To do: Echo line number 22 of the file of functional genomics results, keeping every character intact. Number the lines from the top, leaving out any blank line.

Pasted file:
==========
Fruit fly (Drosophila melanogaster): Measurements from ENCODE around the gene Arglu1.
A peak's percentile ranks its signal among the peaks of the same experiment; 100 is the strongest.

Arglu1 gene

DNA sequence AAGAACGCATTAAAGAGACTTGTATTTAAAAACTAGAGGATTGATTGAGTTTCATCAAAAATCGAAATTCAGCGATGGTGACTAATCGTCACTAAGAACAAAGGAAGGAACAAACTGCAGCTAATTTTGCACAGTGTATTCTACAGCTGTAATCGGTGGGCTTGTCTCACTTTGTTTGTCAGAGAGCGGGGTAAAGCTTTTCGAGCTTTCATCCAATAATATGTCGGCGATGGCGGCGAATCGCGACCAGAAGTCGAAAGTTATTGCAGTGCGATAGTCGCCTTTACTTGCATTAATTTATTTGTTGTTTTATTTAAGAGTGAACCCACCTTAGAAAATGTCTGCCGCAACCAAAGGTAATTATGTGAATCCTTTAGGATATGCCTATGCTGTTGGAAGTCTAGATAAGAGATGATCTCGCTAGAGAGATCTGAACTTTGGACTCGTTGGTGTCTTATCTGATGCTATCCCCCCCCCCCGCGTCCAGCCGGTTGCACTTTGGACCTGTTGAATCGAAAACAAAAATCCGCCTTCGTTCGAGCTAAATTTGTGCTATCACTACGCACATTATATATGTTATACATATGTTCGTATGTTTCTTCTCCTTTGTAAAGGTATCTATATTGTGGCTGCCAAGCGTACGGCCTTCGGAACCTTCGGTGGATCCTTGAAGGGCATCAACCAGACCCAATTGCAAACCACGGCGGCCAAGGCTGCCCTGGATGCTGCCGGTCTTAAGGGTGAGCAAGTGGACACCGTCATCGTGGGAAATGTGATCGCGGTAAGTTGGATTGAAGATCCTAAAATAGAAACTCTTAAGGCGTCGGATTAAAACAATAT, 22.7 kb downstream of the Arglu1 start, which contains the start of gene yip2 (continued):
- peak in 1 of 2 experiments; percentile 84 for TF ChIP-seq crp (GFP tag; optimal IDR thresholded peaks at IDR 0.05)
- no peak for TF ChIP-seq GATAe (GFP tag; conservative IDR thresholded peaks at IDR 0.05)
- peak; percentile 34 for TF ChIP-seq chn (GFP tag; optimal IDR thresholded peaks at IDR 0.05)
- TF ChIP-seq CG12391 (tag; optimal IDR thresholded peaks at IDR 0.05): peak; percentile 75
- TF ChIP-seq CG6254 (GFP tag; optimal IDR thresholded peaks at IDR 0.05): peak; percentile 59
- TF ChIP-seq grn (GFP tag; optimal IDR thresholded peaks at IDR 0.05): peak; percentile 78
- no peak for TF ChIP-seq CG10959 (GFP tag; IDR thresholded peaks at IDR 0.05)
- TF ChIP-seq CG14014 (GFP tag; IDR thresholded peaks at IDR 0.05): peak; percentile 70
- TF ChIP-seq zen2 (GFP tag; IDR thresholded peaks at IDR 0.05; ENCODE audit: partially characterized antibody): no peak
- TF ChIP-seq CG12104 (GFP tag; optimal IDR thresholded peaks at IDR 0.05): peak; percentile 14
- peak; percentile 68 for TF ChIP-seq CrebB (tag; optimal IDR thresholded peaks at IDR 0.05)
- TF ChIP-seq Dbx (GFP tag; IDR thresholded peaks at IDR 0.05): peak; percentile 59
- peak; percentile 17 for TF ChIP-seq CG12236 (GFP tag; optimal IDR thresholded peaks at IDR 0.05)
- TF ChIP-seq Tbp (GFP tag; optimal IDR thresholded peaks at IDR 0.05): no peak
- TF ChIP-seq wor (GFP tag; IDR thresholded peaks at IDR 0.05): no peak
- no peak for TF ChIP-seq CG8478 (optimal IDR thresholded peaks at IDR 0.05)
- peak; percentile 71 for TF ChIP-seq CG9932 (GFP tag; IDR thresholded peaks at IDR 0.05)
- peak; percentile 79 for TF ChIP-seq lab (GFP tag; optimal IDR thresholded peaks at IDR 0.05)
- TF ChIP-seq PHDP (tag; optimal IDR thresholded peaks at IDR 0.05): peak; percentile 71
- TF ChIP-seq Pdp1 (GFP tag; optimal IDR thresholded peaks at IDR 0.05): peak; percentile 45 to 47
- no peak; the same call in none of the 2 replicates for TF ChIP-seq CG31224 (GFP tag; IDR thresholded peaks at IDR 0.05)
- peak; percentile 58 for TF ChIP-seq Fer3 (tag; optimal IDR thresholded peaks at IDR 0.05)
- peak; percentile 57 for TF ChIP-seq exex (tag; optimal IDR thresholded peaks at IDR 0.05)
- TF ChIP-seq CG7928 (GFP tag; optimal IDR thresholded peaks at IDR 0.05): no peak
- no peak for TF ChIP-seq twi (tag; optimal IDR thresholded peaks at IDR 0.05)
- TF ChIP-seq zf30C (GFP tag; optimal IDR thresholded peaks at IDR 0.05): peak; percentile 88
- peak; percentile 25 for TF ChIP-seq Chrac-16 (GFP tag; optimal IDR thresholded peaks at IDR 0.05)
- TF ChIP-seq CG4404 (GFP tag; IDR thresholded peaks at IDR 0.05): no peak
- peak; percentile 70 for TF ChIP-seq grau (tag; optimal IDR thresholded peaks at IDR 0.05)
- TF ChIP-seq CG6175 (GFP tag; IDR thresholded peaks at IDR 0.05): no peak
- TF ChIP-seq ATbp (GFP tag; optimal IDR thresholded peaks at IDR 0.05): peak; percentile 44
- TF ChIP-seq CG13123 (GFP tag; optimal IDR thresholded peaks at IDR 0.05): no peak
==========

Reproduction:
- peak; percentile 79 for TF ChIP-seq lab (GFP tag; optimal IDR thresholded peaks at IDR 0.05)